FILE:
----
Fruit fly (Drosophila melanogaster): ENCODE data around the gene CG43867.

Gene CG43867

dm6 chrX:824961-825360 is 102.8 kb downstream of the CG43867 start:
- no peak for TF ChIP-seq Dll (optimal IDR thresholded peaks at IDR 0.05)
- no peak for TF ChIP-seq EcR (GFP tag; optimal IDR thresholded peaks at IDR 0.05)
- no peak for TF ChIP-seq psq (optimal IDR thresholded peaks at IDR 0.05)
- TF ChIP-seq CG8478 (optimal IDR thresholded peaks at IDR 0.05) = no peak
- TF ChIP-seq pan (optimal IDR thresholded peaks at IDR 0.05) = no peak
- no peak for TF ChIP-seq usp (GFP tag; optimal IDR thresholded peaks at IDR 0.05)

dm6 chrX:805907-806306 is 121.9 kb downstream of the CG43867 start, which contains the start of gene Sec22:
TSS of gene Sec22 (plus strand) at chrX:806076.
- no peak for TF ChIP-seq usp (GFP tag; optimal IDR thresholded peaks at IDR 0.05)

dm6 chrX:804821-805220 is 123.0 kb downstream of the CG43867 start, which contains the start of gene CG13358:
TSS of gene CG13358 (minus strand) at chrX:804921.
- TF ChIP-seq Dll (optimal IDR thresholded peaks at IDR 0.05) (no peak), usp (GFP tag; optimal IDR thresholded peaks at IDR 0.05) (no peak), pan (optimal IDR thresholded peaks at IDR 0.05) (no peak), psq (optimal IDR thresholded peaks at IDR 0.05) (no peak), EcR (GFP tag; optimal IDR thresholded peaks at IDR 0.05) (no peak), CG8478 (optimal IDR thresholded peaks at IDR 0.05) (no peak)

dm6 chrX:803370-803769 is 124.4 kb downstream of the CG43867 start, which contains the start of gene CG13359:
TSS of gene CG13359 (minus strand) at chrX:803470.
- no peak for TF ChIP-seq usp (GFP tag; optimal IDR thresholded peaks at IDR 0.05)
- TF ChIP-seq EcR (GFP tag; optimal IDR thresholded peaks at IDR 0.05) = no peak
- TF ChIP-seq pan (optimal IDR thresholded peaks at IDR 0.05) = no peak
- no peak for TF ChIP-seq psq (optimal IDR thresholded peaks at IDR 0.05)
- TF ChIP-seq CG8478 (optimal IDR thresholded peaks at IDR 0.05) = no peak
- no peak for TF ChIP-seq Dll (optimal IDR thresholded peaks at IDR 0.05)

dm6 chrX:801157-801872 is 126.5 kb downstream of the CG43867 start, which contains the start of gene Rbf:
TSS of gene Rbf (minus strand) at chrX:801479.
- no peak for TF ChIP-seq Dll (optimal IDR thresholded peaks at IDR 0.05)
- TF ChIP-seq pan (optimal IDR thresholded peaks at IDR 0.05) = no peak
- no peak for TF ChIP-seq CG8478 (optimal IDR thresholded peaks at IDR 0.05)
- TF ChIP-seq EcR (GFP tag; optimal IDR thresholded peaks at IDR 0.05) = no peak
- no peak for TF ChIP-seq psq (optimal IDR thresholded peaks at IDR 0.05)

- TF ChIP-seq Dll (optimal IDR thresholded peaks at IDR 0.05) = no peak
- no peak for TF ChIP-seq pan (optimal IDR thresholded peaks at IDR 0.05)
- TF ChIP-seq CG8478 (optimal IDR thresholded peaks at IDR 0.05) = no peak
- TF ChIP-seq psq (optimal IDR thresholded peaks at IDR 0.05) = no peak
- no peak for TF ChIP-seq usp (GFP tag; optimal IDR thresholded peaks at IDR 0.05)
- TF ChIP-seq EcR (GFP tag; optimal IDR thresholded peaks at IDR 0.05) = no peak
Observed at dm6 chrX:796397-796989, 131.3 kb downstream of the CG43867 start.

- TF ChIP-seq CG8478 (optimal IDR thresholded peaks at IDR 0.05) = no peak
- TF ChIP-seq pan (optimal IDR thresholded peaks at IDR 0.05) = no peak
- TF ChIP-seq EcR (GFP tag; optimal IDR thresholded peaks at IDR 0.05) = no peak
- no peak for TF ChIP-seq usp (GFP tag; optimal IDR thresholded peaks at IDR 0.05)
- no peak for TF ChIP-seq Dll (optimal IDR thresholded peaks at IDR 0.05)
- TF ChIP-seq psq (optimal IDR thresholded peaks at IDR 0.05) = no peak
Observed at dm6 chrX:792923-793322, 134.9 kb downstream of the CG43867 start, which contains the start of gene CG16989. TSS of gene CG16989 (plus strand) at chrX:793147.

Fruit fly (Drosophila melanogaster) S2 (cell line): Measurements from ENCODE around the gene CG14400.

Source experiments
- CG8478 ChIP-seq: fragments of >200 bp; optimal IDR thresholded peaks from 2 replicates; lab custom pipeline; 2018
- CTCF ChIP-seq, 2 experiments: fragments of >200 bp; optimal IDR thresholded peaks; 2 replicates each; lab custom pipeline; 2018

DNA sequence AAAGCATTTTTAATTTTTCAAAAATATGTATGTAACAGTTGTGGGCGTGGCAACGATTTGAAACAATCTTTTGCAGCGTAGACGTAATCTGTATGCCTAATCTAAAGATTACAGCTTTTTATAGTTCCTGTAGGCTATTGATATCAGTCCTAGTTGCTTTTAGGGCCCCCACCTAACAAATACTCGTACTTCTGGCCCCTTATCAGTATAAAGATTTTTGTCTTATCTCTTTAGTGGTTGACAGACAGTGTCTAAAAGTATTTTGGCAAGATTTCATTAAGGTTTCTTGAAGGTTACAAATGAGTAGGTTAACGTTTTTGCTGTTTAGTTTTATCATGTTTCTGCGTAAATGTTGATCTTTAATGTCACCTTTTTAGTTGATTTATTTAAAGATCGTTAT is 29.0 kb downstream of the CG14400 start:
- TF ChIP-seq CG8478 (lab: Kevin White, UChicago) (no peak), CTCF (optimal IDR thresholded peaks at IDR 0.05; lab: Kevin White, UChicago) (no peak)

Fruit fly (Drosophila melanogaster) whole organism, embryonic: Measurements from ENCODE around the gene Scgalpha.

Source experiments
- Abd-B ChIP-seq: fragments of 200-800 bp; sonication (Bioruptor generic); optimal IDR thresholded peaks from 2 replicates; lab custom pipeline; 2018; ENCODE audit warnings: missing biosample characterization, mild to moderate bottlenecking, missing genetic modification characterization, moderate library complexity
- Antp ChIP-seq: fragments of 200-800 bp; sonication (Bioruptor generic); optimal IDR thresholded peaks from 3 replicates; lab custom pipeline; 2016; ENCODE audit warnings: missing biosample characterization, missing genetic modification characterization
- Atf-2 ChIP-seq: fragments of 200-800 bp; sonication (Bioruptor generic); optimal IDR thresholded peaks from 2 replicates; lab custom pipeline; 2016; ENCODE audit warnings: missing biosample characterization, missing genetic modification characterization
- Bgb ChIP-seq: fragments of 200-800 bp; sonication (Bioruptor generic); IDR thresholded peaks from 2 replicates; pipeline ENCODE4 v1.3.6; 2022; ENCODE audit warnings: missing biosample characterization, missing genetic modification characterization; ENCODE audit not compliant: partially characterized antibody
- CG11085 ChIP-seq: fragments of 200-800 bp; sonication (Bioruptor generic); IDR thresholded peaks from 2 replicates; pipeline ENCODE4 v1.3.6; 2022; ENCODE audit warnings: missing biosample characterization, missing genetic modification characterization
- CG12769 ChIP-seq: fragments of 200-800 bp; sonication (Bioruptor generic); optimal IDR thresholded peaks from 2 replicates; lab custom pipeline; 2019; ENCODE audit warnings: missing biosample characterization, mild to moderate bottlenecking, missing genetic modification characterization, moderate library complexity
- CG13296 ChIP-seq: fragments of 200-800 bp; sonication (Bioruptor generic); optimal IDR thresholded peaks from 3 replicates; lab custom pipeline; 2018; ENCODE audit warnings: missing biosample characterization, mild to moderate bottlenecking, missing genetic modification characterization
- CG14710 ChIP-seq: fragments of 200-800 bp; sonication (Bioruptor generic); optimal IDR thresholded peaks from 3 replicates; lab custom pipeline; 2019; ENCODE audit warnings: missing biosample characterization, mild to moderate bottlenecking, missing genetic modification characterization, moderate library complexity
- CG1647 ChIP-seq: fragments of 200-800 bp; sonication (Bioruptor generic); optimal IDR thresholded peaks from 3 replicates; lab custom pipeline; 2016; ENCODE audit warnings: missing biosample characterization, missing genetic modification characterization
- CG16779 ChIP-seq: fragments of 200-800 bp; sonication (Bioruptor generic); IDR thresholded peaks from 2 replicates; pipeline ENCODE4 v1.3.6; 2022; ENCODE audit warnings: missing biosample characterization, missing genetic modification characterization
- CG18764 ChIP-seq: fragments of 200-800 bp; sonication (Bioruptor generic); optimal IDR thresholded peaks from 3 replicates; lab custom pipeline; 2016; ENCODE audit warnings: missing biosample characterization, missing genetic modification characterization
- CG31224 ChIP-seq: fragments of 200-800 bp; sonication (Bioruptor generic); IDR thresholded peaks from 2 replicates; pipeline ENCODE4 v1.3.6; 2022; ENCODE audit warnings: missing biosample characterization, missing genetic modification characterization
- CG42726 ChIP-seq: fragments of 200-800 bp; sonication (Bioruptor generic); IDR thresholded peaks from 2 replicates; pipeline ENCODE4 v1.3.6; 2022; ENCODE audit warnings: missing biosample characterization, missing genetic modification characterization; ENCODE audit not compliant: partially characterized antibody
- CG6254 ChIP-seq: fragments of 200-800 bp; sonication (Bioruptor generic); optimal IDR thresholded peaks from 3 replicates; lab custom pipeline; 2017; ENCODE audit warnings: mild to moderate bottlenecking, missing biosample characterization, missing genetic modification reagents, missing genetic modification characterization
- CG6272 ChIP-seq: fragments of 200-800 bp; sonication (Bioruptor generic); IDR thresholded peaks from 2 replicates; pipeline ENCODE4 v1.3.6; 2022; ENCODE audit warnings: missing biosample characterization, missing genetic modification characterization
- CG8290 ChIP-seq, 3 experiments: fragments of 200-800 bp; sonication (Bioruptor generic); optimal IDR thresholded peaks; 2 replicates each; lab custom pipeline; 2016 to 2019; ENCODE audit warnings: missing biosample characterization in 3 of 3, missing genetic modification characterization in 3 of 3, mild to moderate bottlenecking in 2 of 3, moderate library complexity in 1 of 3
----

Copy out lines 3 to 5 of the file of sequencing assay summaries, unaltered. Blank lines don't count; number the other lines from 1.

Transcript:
dm6 chrX:824961-825360 is 102.8 kb downstream of the CG43867 start:
- no peak for TF ChIP-seq Dll (optimal IDR thresholded peaks at IDR 0.05)
- no peak for TF ChIP-seq EcR (GFP tag; optimal IDR thresholded peaks at IDR 0.05)